Time for action in battle to clear roads of polluting vehicles

PUBLISHED : Saturday, 05 October, 2013, 12:00am
UPDATED : Saturday, 05 October, 2013, 12:02am

A revised government plan for improving air quality by getting the 84,000 dirtiest, or pre-Euro IV commercial diesel vehicles off our roads is going to take a year longer - until 2020 - despite an increase of HK$3 billion, or more than 33 per cent, in the cost to the taxpayer. Lawmakers, understandably, put up a fight for the original deadline of 2019, but Legco's environmental affairs panel was right in the end to unanimously endorse the revised scheme.

Devised to help meet tougher air-quality objectives to take effect next year, the plan is cash-incentive-based and therefore depends ultimately on the co-operation of fleet and vehicle owners. The transport trades criticised the original terms, asking for more money, more flexibility and more time, while green groups wanted early implementation. The industry may be seen to have prevailed in the revised plan. But if it works the community will be the real winner in a battle against air pollution in which we badly lag international benchmarks.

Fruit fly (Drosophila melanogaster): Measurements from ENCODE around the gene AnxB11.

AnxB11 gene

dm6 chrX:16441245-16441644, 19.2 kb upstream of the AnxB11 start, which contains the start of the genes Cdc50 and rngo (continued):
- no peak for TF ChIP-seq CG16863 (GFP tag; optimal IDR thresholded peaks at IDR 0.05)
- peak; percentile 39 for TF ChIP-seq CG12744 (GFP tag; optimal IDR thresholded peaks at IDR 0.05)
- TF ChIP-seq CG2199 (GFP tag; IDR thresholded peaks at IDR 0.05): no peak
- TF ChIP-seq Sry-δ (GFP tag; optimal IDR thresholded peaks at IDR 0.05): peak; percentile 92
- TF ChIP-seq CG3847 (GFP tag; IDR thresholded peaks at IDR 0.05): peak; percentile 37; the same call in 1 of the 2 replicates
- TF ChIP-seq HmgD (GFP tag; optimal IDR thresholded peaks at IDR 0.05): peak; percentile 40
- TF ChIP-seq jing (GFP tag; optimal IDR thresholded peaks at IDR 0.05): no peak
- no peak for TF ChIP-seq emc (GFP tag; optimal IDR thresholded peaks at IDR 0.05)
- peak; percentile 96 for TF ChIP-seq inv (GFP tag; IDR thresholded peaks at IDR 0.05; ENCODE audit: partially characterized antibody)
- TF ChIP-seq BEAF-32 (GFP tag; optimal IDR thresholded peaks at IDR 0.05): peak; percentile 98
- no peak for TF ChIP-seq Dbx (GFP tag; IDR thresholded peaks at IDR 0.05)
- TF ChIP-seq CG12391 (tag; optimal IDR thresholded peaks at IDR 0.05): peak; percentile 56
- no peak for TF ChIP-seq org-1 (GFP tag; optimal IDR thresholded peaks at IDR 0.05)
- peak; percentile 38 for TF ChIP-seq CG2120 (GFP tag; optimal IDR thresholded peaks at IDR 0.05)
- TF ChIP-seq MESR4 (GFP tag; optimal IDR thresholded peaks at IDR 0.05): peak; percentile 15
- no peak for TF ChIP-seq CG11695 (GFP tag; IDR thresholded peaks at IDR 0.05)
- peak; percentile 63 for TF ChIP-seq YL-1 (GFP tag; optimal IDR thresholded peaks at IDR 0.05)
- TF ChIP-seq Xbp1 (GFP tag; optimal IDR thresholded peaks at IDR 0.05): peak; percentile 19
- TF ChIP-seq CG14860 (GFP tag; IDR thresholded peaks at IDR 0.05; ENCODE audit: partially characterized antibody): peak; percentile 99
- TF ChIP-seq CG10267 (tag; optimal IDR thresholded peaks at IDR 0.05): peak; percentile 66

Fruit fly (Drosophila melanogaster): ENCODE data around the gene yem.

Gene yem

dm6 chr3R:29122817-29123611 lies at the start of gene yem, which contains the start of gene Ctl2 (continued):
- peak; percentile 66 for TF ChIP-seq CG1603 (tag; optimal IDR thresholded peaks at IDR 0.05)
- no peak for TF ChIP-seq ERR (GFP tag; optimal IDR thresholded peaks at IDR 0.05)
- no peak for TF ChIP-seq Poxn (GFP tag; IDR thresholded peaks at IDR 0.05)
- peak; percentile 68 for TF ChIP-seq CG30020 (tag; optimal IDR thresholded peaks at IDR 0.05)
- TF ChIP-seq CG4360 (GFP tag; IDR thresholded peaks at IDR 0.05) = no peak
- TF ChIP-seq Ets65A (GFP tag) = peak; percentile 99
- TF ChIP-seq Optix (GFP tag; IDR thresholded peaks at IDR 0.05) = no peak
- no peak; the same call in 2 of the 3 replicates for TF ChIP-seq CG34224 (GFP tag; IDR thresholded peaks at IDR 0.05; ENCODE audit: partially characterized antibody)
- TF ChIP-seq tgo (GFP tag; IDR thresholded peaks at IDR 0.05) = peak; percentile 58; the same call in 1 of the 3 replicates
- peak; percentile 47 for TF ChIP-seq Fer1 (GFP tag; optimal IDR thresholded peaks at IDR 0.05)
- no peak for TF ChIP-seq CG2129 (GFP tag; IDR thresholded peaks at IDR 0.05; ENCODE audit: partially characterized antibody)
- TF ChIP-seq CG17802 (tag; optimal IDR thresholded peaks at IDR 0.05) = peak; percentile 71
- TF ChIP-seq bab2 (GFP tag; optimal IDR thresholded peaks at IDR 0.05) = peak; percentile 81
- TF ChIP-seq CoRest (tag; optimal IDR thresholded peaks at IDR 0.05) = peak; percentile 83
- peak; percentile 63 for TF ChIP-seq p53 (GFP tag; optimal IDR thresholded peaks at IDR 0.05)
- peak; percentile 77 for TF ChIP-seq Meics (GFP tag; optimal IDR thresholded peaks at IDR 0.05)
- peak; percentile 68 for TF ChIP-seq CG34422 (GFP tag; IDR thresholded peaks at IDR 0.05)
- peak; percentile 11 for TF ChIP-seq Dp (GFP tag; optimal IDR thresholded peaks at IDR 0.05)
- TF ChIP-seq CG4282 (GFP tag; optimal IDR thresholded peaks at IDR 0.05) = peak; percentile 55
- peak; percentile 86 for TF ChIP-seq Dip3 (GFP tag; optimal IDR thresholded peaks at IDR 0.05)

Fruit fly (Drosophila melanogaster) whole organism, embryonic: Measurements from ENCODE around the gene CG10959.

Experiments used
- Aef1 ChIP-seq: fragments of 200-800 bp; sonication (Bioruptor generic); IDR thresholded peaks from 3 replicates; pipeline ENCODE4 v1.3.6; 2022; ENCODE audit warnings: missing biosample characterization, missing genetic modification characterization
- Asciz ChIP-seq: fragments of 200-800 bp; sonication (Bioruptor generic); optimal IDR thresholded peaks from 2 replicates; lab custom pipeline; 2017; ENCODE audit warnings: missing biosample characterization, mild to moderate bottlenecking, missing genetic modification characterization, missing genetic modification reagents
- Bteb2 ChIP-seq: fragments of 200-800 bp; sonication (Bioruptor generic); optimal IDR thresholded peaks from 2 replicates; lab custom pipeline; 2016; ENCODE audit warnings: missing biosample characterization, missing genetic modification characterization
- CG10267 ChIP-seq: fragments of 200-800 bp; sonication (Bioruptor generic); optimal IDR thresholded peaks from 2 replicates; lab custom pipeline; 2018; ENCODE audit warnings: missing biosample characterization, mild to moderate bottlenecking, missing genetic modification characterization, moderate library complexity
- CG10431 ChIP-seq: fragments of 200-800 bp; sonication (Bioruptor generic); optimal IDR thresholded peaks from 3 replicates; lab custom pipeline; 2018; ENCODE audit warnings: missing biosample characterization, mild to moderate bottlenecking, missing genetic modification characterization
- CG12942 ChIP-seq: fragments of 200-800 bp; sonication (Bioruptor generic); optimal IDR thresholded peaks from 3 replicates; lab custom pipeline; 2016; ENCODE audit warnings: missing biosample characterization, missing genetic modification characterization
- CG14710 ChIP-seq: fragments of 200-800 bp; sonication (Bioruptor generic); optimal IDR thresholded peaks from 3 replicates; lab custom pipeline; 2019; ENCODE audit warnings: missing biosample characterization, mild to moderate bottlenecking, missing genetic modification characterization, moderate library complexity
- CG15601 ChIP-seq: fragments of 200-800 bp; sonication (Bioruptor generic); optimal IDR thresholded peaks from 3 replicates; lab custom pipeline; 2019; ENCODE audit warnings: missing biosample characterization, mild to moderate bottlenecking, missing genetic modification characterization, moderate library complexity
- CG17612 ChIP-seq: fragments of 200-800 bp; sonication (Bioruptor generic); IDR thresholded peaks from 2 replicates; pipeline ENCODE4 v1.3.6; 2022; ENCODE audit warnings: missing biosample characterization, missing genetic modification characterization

The government originally proposed ex gratia payments ranging from 10 per cent to 30 per cent of a vehicle's replacement cost, with retirement deadlines beginning in 2016 and ending in 2019 for Euro III vehicles. Raising the subsidies to a range of 27 to 33 per cent and extending retirement deadlines by a year will, hopefully, meet the concerns of some in the trade that the terms were harsh on livelihoods. This will raise the estimated cost from HK$8.7 billion to HK$11.7 billion.

In addition, the new approach will limit the service life of newly registered vehicles to 15 years. Officials say these measures and the retrofitting of 1,400 franchised buses with diesel emission controls should significantly reduce roadside pollution, including tiny airborne particles most harmful to health, towards the end of the decade. Given that more than 3,000 people are estimated to die prematurely each year because of bad air, we trust the government has struck the right balance of carrot and stick. For the sake of our health it is time for action, not more talk.